Friday, 22 May 2009

Edgar Degas - Place de la Concorde

Degas' real name was de Gas. He changed it in 1873. He trained as a lawyer. He was once present when one of his paintings was sold at auction for $100,000. When asked how he felt, he said: ' I feel as a horse must feel when the beautiful cup is given to the jockey'.

"No art was ever less spontaneous than mine. What I do is the result of reflection and study; of inspiration, spontaneity, temperament, I know nothing." EDGAR DEGAS

Place de la Concorde


Place de la Concorde or Viscount Lepic and his Daughters Crossing the Place de la Concorde or Ludovic Lepic and his Daughter is an 1875 oil by Edgar Degas. It depicts the cigar smoking Vicomte Ludovic-Napoléon Lepic, his daughters, and his dog, and a solitary man on the left in Place de la Concorde in Paris. Tuileries Gardens can be seen in the background behind a stone wall. The Vicomte Lepic was an aristocrat, artist, and flâneur. Many art historians believe that the large amount of negative space, the cropping and the way in which the figures are facing in random directions was influenced by photography.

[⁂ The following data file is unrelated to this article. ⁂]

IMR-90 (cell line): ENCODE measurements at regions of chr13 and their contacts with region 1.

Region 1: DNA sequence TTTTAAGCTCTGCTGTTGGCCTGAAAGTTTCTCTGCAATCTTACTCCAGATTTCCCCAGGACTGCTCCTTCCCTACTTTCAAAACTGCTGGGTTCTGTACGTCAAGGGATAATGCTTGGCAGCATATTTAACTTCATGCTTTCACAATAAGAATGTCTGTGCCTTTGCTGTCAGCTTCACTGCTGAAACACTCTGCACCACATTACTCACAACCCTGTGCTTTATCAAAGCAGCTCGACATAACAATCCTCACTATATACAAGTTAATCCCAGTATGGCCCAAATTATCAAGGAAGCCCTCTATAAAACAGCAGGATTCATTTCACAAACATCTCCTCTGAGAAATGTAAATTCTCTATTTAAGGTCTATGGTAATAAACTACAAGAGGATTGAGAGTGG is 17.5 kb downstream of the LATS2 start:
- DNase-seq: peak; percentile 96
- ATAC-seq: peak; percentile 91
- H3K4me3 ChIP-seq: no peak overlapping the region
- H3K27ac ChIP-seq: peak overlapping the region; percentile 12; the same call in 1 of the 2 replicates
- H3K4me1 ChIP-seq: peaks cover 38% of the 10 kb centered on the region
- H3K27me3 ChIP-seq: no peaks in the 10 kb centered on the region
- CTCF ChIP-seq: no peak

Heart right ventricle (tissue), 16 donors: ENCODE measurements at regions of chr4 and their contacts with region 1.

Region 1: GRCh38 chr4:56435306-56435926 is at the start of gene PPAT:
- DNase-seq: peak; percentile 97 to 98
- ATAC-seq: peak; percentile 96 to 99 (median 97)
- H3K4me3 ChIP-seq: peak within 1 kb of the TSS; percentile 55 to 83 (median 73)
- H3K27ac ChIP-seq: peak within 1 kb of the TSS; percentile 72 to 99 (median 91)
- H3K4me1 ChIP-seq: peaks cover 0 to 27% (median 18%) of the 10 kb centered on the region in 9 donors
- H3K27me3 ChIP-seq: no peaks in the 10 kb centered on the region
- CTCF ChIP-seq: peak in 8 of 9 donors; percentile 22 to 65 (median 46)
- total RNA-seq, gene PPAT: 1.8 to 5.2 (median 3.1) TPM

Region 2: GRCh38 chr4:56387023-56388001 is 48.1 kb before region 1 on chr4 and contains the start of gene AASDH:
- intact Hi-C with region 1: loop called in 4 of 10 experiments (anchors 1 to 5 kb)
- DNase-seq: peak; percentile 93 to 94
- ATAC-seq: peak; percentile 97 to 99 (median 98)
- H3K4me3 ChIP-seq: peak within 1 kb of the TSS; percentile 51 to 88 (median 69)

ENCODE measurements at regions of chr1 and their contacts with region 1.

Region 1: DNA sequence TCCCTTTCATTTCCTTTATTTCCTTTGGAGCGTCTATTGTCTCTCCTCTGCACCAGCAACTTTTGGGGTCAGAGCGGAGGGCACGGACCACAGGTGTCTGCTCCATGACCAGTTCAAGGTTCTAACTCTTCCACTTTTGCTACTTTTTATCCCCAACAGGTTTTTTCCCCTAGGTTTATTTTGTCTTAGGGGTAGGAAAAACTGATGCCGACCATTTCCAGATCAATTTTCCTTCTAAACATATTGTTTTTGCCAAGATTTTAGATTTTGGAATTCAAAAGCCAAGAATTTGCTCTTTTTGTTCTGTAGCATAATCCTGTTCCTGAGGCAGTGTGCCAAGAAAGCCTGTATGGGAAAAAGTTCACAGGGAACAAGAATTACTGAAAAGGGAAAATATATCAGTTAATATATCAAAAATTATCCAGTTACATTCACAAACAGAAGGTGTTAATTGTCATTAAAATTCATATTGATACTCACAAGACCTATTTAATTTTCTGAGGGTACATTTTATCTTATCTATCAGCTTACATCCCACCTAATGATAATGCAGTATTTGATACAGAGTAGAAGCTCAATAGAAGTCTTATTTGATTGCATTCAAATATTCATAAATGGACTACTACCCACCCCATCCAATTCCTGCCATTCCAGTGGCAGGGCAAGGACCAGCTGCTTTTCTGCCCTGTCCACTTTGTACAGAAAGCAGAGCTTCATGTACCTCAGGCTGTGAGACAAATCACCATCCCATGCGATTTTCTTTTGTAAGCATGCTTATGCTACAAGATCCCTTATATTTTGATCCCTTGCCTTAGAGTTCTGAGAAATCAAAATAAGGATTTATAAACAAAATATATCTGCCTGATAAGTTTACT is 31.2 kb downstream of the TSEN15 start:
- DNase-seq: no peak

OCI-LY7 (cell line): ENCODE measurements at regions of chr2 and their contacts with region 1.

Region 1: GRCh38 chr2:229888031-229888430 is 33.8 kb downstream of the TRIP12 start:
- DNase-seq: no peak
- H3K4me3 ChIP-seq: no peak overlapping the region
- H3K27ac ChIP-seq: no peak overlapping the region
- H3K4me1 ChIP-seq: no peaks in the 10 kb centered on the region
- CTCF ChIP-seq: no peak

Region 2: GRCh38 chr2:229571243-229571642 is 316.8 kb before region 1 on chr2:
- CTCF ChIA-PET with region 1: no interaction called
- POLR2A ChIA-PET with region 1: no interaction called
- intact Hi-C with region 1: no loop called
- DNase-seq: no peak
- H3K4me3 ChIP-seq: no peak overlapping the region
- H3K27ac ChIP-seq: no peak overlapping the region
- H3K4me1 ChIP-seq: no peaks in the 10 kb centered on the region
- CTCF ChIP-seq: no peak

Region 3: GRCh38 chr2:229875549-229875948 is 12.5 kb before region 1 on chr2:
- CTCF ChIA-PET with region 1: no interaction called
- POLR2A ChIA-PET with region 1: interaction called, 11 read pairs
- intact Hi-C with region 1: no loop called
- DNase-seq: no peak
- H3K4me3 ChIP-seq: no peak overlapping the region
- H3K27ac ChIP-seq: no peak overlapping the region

This signal artwork was considered lost for four decades following World War II, until the Russian authorities put it on exhibit at the Hermitage Museum, where it remains to this day. It was stolen by the Red Army from the German collector Otto Gerstenberg during the post-World War II Soviet occupation of Germany.

Degas also painted the Viscount Lepic and His Daughters in separate 1870 painting.

Count Lepic and His Daughters

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